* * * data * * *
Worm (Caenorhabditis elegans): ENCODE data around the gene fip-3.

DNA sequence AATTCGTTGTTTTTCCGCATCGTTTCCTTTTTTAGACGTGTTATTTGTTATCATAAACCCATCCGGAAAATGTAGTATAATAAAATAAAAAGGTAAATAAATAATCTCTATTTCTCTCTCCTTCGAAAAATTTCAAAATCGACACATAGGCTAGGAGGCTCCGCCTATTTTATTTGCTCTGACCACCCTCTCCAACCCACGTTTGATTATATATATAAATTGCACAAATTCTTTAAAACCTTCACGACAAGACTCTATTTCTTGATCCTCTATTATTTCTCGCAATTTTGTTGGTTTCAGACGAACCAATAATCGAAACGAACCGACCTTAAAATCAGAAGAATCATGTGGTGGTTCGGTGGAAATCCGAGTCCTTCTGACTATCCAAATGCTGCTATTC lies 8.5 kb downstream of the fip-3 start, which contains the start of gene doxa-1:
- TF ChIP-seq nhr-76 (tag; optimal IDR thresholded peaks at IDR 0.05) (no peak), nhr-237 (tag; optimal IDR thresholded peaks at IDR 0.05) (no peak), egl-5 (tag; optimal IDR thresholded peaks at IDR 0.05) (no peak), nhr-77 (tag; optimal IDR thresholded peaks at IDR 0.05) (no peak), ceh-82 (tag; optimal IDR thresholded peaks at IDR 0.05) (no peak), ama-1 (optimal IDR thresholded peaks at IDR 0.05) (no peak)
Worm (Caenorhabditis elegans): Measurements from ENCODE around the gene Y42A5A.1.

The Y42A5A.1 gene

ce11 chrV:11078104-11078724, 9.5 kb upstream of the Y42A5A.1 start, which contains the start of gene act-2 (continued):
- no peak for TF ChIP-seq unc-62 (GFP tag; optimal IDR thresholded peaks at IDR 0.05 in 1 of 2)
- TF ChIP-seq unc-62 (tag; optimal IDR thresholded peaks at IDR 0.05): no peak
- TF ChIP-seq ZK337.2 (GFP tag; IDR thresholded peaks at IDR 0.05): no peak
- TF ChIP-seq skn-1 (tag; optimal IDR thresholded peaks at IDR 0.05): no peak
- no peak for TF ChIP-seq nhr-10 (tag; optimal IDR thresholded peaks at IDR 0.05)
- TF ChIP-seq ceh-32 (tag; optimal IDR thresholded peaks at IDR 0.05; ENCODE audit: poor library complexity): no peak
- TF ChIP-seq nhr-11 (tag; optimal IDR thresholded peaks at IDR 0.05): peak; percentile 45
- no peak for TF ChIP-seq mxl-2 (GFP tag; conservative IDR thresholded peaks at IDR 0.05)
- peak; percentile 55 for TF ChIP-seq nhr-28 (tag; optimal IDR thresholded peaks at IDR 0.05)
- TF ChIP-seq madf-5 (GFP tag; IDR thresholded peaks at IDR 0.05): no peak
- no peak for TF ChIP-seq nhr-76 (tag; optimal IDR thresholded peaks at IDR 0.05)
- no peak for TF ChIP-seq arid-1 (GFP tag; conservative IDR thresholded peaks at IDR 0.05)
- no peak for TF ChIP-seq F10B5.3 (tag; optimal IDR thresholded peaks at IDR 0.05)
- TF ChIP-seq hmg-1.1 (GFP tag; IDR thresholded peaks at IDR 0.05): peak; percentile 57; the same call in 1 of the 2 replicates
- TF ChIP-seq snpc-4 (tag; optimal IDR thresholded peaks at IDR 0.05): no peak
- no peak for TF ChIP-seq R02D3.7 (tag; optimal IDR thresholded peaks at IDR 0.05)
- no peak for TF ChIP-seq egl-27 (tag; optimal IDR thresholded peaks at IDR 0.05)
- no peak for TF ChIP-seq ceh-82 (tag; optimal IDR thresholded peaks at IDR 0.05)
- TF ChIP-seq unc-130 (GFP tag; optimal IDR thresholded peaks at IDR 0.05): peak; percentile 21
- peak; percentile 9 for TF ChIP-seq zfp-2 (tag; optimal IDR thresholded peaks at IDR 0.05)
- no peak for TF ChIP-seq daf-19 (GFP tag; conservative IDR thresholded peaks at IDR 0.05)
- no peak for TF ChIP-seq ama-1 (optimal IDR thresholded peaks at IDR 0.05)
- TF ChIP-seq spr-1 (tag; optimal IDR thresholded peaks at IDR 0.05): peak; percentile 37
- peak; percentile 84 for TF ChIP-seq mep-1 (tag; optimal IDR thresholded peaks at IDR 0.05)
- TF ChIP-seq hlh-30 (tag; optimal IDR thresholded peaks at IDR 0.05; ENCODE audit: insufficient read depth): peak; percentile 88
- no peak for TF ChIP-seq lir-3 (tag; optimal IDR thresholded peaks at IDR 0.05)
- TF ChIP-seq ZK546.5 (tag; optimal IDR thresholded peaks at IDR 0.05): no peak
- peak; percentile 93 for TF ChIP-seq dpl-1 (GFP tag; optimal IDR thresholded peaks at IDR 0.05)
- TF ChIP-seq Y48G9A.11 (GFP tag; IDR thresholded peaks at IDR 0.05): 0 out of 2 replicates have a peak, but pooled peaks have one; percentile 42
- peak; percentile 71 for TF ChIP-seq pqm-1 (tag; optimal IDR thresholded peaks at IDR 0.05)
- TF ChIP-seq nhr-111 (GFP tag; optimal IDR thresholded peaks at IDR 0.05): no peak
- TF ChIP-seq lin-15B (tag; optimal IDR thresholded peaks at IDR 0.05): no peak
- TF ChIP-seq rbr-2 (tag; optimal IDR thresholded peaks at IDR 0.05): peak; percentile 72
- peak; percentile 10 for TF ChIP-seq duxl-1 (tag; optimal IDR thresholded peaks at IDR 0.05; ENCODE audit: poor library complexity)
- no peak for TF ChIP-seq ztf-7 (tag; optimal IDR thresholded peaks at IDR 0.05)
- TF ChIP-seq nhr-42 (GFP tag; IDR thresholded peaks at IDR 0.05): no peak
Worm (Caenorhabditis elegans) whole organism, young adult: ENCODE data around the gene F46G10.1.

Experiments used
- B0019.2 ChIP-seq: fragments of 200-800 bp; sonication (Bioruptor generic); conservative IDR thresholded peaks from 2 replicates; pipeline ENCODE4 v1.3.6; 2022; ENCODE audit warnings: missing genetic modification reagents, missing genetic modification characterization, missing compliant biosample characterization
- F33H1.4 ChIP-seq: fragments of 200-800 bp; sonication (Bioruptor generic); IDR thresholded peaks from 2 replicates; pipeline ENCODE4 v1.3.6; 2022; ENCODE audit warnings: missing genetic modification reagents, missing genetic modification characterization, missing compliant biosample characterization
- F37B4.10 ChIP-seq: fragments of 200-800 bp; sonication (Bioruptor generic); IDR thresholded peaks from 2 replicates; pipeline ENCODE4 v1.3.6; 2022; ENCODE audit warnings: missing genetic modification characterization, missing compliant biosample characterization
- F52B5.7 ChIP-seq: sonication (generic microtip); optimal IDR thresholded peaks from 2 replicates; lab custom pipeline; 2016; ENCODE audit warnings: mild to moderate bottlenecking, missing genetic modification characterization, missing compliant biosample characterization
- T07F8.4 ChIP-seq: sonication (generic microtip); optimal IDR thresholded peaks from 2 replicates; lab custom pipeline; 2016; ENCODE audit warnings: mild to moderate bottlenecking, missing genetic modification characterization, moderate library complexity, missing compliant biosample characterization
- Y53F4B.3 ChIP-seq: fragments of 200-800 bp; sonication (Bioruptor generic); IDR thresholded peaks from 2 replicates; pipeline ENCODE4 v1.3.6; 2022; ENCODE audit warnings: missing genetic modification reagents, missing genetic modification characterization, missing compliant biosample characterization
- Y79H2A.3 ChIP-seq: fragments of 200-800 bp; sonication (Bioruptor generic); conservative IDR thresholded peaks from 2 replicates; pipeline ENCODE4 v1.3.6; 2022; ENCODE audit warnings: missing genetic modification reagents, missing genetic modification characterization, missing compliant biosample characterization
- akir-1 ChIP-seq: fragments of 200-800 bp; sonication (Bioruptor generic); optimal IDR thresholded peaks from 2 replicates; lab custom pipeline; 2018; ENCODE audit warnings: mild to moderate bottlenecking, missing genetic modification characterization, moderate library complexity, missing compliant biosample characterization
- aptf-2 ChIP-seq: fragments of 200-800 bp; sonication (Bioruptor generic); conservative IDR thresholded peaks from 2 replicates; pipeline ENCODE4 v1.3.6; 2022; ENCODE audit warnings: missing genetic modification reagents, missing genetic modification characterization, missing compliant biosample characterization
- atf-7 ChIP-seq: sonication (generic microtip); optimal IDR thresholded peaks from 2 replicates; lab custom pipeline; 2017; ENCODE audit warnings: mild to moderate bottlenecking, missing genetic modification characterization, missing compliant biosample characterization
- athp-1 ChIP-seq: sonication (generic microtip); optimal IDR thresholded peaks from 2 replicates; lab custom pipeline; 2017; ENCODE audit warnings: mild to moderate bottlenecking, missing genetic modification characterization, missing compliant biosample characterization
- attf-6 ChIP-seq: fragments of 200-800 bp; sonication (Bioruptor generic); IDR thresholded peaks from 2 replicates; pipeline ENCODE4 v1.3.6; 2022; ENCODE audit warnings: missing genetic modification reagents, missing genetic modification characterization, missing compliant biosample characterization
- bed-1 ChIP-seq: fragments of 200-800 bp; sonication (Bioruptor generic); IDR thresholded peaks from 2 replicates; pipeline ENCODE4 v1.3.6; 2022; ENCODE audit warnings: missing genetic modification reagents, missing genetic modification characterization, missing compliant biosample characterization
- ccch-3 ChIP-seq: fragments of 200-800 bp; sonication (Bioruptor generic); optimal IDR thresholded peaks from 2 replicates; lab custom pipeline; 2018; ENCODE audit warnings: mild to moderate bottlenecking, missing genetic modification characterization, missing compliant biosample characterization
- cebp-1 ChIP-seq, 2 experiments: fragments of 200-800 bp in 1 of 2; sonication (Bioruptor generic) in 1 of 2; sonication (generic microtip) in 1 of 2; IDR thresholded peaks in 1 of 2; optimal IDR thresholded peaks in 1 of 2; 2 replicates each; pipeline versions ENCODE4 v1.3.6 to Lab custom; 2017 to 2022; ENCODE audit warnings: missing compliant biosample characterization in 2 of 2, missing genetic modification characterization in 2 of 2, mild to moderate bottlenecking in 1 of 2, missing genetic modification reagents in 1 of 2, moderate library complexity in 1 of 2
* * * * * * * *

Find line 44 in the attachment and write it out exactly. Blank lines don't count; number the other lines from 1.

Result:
Experiments used